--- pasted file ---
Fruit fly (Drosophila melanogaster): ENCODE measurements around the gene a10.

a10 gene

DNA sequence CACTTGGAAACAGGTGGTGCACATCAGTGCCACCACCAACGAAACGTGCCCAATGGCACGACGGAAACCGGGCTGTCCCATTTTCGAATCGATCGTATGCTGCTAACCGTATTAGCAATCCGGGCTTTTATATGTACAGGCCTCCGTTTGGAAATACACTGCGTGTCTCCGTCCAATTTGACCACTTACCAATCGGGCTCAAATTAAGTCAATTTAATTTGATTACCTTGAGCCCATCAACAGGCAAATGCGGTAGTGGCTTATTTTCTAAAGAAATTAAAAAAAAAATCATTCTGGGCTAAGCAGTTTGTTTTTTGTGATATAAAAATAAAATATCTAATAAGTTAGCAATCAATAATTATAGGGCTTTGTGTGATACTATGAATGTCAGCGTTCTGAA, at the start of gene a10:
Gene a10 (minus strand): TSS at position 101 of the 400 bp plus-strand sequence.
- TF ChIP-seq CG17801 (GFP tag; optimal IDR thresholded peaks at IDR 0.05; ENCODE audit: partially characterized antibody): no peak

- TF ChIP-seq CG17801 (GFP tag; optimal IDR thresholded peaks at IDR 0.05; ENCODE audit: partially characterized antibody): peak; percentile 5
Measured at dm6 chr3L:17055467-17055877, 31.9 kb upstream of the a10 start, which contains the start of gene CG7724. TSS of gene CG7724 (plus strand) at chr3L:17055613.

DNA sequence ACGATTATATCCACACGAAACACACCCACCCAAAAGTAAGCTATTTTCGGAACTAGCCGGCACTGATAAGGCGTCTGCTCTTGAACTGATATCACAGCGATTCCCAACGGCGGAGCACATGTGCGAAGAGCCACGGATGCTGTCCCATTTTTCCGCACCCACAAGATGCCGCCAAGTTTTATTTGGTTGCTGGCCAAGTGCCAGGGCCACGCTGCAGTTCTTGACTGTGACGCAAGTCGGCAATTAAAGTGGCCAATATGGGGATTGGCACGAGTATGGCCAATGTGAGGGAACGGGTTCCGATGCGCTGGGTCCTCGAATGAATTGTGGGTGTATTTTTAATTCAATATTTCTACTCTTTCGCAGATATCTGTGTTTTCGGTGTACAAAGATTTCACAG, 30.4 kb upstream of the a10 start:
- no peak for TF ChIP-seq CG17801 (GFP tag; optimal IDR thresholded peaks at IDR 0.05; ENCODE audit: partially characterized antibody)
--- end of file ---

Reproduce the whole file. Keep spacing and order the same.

Fruit fly (Drosophila melanogaster): ENCODE measurements around the gene a10.

a10 gene

DNA sequence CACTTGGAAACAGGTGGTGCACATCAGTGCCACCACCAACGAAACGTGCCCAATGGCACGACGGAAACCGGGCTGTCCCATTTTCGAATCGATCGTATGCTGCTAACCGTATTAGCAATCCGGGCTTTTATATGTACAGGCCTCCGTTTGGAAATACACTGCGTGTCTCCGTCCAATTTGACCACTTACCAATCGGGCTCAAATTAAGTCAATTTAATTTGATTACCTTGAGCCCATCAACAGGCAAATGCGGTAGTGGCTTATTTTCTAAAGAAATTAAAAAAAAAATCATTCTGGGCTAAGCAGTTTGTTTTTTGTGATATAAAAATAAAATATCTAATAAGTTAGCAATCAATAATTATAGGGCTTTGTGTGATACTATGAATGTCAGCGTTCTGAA, at the start of gene a10:
Gene a10 (minus strand): TSS at position 101 of the 400 bp plus-strand sequence.
- TF ChIP-seq CG17801 (GFP tag; optimal IDR thresholded peaks at IDR 0.05; ENCODE audit: partially characterized antibody): no peak

- TF ChIP-seq CG17801 (GFP tag; optimal IDR thresholded peaks at IDR 0.05; ENCODE audit: partially characterized antibody): peak; percentile 5
Measured at dm6 chr3L:17055467-17055877, 31.9 kb upstream of the a10 start, which contains the start of gene CG7724. TSS of gene CG7724 (plus strand) at chr3L:17055613.

DNA sequence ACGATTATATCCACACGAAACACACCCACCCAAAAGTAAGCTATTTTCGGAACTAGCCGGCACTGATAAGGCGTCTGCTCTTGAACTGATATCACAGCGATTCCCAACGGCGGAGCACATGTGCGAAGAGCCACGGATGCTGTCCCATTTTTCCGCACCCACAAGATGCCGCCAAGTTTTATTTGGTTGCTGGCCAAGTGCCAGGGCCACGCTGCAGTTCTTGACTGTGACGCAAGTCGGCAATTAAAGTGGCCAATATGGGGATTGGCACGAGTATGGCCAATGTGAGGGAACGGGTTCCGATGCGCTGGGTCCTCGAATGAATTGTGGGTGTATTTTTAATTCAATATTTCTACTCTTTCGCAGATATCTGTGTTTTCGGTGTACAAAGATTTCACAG, 30.4 kb upstream of the a10 start:
- no peak for TF ChIP-seq CG17801 (GFP tag; optimal IDR thresholded peaks at IDR 0.05; ENCODE audit: partially characterized antibody)